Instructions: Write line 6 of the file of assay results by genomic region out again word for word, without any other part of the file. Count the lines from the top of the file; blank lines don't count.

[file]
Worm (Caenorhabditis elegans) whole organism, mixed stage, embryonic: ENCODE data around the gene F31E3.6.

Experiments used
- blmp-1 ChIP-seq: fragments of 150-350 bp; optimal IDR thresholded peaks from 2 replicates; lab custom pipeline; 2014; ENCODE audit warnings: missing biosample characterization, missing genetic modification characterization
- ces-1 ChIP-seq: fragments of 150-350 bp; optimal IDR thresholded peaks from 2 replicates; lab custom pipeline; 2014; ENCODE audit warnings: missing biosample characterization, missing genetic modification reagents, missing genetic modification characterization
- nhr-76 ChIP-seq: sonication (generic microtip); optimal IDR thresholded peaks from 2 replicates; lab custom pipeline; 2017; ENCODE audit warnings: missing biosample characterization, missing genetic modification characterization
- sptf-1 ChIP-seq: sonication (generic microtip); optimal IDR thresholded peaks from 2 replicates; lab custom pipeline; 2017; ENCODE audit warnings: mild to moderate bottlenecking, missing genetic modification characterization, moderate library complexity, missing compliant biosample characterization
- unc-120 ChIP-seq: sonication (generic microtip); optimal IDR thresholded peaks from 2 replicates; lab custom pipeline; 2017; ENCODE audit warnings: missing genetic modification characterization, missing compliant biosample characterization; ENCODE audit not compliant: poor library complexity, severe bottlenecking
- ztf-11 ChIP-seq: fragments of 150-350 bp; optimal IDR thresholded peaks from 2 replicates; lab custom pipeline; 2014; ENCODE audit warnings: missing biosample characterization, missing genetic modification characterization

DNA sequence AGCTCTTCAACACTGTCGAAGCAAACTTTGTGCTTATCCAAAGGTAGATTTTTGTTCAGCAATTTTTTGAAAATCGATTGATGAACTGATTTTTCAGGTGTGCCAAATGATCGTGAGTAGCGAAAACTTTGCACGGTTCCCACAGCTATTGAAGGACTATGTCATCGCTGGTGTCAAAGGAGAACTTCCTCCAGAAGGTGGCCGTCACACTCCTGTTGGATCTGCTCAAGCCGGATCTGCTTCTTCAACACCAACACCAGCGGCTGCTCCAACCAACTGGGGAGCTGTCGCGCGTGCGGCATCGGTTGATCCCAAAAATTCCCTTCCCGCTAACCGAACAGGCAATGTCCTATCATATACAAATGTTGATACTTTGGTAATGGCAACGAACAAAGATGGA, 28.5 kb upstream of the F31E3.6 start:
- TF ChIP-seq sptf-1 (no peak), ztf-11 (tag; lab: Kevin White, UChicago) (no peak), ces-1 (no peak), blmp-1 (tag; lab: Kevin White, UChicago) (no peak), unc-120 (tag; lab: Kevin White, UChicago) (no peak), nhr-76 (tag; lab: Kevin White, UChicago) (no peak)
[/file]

- sptf-1 ChIP-seq: sonication (generic microtip); optimal IDR thresholded peaks from 2 replicates; lab custom pipeline; 2017; ENCODE audit warnings: mild to moderate bottlenecking, missing genetic modification characterization, moderate library complexity, missing compliant biosample characterization